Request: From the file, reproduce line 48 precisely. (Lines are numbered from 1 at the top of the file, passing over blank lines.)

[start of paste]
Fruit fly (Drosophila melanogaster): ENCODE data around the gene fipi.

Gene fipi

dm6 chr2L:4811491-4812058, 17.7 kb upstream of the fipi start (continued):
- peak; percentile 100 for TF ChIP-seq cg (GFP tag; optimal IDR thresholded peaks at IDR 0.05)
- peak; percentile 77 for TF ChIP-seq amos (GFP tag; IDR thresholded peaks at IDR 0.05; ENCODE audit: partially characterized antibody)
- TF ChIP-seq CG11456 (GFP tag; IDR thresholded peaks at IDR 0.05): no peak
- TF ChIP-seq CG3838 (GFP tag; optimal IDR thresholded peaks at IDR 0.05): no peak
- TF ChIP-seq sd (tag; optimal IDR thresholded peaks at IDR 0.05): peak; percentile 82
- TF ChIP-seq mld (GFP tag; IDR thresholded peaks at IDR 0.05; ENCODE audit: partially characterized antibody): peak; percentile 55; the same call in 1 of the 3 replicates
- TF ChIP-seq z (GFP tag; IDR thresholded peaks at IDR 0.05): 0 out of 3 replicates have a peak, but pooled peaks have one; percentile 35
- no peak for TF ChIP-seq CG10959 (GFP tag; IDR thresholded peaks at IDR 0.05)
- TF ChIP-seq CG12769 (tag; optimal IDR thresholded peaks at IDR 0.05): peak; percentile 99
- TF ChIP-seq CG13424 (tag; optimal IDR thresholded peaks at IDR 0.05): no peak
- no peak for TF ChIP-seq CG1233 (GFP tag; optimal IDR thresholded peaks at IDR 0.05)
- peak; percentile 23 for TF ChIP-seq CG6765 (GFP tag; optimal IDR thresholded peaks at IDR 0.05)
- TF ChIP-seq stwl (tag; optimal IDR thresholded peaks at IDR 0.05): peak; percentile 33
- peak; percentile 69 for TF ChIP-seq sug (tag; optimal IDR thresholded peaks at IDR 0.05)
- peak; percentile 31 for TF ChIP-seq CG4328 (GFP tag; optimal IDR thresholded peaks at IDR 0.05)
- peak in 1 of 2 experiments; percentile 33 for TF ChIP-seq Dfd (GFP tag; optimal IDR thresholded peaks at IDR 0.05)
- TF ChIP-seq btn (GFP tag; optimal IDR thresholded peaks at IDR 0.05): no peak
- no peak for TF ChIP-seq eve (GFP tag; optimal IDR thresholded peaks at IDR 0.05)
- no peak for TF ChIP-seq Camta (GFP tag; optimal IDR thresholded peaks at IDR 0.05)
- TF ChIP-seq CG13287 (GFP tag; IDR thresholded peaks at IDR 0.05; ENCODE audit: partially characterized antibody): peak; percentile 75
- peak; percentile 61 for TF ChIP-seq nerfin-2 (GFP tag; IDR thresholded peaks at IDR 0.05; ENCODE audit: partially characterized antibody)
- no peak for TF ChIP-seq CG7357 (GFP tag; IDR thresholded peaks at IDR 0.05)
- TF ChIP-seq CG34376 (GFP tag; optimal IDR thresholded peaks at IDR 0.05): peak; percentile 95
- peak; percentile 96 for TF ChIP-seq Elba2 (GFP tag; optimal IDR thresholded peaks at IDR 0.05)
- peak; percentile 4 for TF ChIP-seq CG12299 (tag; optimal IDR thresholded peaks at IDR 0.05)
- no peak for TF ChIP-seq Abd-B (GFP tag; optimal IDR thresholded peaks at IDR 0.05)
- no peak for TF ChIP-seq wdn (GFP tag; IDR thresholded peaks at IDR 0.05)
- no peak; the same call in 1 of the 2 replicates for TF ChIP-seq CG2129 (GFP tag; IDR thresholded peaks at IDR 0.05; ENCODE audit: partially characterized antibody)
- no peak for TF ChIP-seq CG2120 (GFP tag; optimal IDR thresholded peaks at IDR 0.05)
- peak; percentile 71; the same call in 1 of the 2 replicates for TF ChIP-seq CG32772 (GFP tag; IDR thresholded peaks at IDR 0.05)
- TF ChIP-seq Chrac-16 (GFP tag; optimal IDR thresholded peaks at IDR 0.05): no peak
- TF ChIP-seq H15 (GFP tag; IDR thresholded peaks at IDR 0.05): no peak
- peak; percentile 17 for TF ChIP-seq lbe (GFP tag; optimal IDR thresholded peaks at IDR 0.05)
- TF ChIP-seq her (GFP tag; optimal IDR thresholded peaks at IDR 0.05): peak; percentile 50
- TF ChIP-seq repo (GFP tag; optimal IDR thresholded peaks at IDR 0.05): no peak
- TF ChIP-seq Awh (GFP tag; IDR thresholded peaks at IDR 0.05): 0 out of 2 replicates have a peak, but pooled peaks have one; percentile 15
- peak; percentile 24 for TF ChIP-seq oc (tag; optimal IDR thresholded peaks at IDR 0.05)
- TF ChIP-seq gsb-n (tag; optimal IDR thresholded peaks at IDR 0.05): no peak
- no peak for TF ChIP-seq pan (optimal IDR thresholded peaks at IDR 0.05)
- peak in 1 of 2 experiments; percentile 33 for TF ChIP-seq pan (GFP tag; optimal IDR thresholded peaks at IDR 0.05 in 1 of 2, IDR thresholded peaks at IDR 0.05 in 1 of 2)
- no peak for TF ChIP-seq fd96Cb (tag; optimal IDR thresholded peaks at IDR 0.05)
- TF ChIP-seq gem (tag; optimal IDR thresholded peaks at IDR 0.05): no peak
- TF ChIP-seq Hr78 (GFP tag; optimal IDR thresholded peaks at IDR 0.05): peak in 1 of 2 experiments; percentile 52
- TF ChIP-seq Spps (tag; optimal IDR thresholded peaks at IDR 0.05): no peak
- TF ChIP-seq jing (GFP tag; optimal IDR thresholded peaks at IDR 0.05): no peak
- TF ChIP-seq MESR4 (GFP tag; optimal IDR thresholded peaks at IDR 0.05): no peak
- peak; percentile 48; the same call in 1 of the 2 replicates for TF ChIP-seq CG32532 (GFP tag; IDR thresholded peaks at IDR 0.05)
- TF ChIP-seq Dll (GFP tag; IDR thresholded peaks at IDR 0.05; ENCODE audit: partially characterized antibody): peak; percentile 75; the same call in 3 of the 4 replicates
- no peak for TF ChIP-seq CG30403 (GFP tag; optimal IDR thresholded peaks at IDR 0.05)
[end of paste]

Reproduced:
- TF ChIP-seq jing (GFP tag; optimal IDR thresholded peaks at IDR 0.05): no peak